Rosen: Enhancing Focus in the Age of FB, Texting, and other Culprits that Promote "Continuous Partial Attention"
Pew Internet and American Life Project 2012
How much do professionals multi-task?
* Gonzalez and Mark et al
How do students do at staying on task while studying? Are they distracted? And, what role does technology play in their focus and attention (observational study by Rosen)
- 279 students
- 15 minutes - observe every minute
- on task or off task
- what is on the computer screen?
- daily use of technologies
- Attention span seems to be around 3 minutes (same for computer programmers and medical students)
- The most off task students had the most open windows
- What predicts school performance?
- How much they stay "on task" (good)
- If they have strategies for studying (good)
- Preference for task switching (bad)
- Daily media consumption (bad)
- Whether they checked Facebook ONCE during the 15 minutes (Awful) (in this context it's more about the internal distractive qualities rather than the physical, external process of checking Facebook that causes distraction).
Two types of distractions
* external (beeps, rings, vibrations, sounds, etc.)
* internal (thoughts about what another person is doing, what is being said, etc.)
What are the concerns for our students and children?
* Online and electronic media consumption could contribute to a lack of social skills (Small 2010)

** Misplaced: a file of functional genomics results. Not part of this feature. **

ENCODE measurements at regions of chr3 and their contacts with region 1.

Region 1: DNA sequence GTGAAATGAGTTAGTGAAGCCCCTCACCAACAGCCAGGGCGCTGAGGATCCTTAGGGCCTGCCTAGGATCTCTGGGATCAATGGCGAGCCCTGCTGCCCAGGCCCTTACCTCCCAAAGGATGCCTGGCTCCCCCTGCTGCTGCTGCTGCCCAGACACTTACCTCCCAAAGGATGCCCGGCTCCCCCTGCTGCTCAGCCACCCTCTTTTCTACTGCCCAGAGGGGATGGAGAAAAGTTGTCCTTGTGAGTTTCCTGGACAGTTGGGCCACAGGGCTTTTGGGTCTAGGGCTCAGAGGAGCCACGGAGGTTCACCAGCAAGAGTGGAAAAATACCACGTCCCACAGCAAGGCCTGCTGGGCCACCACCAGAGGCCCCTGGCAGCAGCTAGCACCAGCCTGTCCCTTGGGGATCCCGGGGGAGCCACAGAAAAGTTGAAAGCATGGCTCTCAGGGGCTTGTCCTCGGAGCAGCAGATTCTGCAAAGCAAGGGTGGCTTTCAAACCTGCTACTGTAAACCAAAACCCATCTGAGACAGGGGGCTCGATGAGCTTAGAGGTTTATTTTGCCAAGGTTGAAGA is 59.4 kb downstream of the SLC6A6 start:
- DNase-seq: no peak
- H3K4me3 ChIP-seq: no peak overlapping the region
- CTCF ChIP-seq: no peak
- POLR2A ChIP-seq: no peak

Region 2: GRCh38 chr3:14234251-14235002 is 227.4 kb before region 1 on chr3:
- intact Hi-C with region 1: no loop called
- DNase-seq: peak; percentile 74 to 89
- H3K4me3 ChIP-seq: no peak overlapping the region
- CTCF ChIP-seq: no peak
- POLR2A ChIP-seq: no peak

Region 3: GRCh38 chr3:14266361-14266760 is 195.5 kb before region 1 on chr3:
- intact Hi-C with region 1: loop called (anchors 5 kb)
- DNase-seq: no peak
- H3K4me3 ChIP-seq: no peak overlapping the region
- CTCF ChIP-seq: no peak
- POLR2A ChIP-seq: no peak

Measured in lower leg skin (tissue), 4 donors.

* Being online contributes to shallow thinking (Carr 2010)
* Electronic media consumption can alter brain development of stage-sensitive pathways (Healy 1998)
Mechanisms for Distraction
- Tech tasks could take away from time spent on other tasks important for development
- Interactive talk, body movement, sensory integration, lack of time for free play (Healy 1998)
- Tech skills could train the developing brain in new ways
- Could be rewired for multi-tasking, complex reasoning, decision-making (Small & Vorgan 2008)
Why do they do it?
- instinctive biological reaction to sudden and novel stimuli (think ticker on channel - it's moving!)
- dilation of blood vessels in the brain
- heightened mental arousal
- Attention grabbing ploys by media
- loud noises, sudden camera shifts, violent content
- initially cause an orienting response but then we become habituated to the plays
Is it really multitasking?
- "slack time"
- tech affords task switches (after hitting "send" there is time to do something else)
- task similarity
- task difficulty
- media inducement (news scroll bar)
- Dual task interference
- Bottleneck Theory
- Prefrontal Cortex Development
Costs of Multitasking
* Attention difficulties
* poor decision making
* breadth vs. depth of material
* information overload
* internet addiction
* poor sleep habits
* overuse of caffeine
* Virtual empathy
Laura Bowman study
- G1 read then test; G2 Instant Message, then read, then test; G3 Read, IM Read again, then test.
- G3 took longer, got same result at G1 and G2, but were more stressed.
Stanford Study (Ophir, Nass, & Wagner)
Wang et al (2012 Ohio State)
- IM led to 50% drop; voice 30% drop
Ellis, Daniels and Jauregui (2010)
- Multi-tasking affected GPA and was also significantly linked to risky behavior (multi-tasking increases stress, so the risky behavior reduces the stress)